By Roberta Millstein
In his most recent apologia for the Yes on Measure H campaign, David Greenwald suggests that it is inevitable that developers will spend “exorbitant amounts of money” to promote their projects.
But nothing forced the Yes on Measure H campaign, led by “Honorary Chair” Councilmember Dan Carson, to outspend the No on Measure H campaign by more than 14-1, as Alan Pryor reported.
In 2020, the Yes campaign spent around $323,000 to promote the DISC project. Let’s consider how the developers might have reacted to that loss. They might have talked to voters to find out what, in their eyes, would make for a project that was better for Davis and modified the project accordingly.
Instead, they polled Davisites to find out what would “sell” to voters and rushed a virtually unchanged project to voters (just cut in half) only a year and a half later. Apparently, voters like parks, greenbelts, environmental sustainability, and affordable housing, so those are the features that they poured hundreds of thousands of dollars into highlighting, even though these aspects were at best incidental to the project and at worse deceptive. The graphic of the stand-up paddleboarder was perhaps the most egregious example of this.
And they dumped in almost three times the amount of the previous campaign – a campaign that had itself had spent large sums of money – in order to sell the project. That includes over $200,000 on a heavy-handed free-speech-squelching developer-funded lawsuit, which, bizarrely, Greenwald says is not a campaign expenditure issue.
Greenwald implies that “no” campaigns have a built-in monetary advantage – they can, he says, use “volunteer precinct walkers and canvassers” and “do their own in-house mailers or drop pieces, they can print off their home computer and copy it at Copyland or FedEx office and get away with it.”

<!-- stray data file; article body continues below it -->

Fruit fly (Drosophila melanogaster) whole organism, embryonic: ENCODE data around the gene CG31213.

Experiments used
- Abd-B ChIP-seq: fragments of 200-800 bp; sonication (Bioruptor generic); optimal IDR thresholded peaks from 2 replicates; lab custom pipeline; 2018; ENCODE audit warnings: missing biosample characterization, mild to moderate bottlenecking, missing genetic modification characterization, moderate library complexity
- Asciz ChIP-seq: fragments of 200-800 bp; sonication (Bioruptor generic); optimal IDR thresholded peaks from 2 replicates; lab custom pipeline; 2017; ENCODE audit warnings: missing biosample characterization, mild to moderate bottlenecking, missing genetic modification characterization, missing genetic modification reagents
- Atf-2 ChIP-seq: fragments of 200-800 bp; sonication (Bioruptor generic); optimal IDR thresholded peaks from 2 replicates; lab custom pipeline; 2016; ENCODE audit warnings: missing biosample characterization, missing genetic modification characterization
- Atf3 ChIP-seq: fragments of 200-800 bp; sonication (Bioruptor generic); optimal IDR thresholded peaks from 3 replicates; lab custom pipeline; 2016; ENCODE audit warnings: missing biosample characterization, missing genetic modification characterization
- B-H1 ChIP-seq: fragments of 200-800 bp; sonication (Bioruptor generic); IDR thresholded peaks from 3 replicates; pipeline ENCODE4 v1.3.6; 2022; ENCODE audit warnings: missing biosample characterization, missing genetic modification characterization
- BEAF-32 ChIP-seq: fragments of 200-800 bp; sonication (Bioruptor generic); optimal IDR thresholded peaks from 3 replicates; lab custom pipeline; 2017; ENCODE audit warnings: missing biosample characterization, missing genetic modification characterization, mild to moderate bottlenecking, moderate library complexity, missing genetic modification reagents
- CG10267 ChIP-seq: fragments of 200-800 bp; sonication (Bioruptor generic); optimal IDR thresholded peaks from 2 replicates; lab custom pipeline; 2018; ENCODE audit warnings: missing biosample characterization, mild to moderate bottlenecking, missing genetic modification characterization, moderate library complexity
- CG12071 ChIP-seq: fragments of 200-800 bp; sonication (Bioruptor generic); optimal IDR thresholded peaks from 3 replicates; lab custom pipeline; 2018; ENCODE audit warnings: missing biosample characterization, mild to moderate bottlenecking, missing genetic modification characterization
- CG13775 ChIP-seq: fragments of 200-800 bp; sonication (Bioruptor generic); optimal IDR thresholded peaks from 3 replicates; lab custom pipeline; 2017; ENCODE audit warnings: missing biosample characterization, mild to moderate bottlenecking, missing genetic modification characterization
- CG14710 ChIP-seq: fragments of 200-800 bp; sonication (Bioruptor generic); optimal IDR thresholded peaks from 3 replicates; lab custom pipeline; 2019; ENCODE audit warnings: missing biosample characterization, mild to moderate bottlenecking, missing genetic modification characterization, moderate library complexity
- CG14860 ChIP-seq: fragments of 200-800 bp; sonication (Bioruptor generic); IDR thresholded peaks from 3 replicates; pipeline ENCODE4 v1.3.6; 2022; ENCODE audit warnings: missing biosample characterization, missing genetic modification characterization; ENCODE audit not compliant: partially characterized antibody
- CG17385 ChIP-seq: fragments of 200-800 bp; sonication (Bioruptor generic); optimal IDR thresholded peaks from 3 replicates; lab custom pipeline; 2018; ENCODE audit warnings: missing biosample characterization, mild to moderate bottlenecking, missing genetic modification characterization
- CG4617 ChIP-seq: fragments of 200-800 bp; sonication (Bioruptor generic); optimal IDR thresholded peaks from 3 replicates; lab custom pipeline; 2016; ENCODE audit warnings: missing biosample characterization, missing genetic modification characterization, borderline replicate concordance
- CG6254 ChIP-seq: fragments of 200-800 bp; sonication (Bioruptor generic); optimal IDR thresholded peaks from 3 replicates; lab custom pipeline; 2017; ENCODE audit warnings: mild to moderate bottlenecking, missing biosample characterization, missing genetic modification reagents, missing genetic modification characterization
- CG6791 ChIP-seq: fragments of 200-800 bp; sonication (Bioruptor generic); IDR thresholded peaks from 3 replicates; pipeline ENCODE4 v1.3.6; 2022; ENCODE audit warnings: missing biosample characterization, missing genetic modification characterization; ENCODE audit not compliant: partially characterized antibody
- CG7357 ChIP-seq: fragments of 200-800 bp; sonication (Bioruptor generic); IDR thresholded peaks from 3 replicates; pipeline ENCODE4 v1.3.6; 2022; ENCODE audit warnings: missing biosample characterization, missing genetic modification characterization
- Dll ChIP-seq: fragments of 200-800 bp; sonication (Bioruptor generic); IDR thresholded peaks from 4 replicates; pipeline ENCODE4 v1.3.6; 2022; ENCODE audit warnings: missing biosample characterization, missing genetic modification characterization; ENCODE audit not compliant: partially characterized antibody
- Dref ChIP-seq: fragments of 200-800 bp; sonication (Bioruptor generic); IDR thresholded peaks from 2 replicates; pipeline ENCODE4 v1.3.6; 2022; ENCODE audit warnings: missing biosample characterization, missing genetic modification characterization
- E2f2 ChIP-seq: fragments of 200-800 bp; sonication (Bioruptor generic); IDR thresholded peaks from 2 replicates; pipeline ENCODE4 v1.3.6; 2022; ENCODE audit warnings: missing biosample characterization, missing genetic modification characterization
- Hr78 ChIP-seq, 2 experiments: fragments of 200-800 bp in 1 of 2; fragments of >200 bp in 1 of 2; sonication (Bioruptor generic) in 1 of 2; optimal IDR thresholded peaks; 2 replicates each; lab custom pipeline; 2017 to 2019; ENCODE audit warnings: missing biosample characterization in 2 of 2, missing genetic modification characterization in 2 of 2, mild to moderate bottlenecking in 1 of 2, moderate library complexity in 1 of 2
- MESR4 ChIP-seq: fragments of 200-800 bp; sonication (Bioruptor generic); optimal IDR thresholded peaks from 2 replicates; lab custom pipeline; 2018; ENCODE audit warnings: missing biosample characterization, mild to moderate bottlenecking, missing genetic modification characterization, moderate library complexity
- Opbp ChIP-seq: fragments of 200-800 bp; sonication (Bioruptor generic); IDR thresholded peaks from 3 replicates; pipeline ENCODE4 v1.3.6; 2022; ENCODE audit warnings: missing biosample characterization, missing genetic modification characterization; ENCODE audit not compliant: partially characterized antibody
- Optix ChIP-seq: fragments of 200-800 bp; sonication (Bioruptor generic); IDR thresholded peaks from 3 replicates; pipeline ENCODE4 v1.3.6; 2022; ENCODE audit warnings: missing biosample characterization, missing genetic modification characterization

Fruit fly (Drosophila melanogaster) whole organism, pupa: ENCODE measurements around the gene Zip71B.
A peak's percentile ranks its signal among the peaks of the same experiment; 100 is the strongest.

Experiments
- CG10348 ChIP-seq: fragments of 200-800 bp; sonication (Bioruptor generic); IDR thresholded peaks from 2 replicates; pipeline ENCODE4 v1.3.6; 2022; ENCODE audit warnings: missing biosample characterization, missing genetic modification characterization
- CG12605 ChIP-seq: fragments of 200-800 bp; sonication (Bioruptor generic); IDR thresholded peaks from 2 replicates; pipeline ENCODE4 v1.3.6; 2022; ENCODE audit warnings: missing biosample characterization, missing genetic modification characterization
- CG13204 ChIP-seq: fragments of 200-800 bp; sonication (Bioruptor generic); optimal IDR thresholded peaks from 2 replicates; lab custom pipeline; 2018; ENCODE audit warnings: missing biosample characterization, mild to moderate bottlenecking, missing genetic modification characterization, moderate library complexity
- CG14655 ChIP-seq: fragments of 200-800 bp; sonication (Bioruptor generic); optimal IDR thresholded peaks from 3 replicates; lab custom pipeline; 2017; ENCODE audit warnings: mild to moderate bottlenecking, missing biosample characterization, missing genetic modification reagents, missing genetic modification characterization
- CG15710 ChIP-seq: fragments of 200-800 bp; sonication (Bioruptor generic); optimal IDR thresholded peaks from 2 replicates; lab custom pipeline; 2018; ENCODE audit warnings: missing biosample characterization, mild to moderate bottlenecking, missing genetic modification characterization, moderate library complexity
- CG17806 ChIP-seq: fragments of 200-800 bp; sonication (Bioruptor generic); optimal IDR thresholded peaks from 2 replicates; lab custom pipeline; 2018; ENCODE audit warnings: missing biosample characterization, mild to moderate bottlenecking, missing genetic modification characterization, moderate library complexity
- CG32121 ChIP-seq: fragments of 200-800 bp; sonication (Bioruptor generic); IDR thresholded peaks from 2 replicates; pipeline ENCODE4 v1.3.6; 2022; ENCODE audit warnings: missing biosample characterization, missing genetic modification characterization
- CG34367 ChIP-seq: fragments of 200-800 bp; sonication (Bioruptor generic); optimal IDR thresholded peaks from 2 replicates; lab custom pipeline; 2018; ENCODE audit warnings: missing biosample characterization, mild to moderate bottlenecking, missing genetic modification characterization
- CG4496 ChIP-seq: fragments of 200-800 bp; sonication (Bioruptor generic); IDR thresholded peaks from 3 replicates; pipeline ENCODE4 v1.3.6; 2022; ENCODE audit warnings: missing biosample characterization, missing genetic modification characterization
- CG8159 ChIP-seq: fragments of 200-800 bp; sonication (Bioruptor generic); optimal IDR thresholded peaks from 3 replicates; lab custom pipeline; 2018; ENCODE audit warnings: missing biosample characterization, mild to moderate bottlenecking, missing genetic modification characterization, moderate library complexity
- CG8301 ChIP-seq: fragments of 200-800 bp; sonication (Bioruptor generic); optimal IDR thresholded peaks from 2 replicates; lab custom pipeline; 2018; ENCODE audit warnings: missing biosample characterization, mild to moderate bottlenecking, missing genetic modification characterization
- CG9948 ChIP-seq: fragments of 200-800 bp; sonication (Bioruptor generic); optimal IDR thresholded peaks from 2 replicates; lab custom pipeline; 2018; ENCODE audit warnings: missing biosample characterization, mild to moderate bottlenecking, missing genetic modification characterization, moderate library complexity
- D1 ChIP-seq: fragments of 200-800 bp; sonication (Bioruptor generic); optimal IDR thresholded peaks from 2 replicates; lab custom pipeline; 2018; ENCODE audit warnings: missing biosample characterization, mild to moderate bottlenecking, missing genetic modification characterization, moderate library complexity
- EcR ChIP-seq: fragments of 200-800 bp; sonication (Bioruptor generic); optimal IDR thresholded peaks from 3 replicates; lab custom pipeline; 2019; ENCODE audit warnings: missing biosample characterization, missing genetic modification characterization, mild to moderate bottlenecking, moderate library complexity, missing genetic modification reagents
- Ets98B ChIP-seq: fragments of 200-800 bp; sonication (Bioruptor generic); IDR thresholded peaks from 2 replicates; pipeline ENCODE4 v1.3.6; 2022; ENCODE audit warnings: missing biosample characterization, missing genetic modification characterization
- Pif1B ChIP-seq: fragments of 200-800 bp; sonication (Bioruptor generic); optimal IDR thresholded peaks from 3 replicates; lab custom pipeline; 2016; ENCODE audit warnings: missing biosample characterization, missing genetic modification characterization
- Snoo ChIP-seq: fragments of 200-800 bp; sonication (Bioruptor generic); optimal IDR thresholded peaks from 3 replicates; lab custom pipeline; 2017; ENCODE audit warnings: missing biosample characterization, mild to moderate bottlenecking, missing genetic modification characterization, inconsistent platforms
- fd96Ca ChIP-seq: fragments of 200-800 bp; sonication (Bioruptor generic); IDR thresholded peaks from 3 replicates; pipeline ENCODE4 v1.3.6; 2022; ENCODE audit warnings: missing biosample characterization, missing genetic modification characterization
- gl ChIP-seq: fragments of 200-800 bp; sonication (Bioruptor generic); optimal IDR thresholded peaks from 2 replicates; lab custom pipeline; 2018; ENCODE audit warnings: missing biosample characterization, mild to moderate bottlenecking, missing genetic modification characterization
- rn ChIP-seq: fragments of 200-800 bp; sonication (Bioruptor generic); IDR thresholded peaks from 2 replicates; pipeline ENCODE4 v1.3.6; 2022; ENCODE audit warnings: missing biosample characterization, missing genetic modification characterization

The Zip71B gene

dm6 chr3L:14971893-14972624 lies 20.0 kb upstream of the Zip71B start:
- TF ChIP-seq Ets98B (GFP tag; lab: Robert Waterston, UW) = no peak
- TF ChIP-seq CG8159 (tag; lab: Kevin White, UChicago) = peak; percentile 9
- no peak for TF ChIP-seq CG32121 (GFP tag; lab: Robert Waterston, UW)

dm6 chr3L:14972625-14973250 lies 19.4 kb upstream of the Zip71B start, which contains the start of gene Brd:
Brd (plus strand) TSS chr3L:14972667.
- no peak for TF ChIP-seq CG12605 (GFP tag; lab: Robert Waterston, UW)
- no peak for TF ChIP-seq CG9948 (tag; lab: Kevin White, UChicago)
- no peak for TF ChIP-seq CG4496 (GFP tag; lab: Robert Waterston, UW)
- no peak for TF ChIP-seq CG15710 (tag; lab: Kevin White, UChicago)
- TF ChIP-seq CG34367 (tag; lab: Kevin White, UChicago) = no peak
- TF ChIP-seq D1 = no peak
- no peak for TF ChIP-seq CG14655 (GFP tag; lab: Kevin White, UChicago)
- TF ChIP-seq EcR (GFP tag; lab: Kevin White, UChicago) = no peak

So, let me get this straight. Not having money is a huge campaign advantage. Got it.
Here’s the thing: nothing is stopping developer-led campaigns from having unpaid volunteers (these need not be students, as Greenwald suggests) who are willing to dedicate their time and skills to crafting a message, walking precincts, talking with folks at the Farmers Market, spreading the word on social media, etc. Nothing. Nothing, that is, except for an apparent lack of enthusiasm about the project.
Perhaps there is an expectation that mailers and ads look a bit more “slick” from the developers, but it is just as likely that the slickness backfires. Davis voters are smart and they know when they are being sold a bill of goods.
And they know when someone is trying to buy their vote: as Pryor documents, $136.27 for every "Yes" vote. They know that that doesn’t pass the sniff test, and they get suspicious.
The bottom line is that the campaign was mismanaged, not just in terms of its tactics, but also in terms of its finances. Voters in District 1 who think that one of Dan Carson’s strengths is his financial acumen should take note.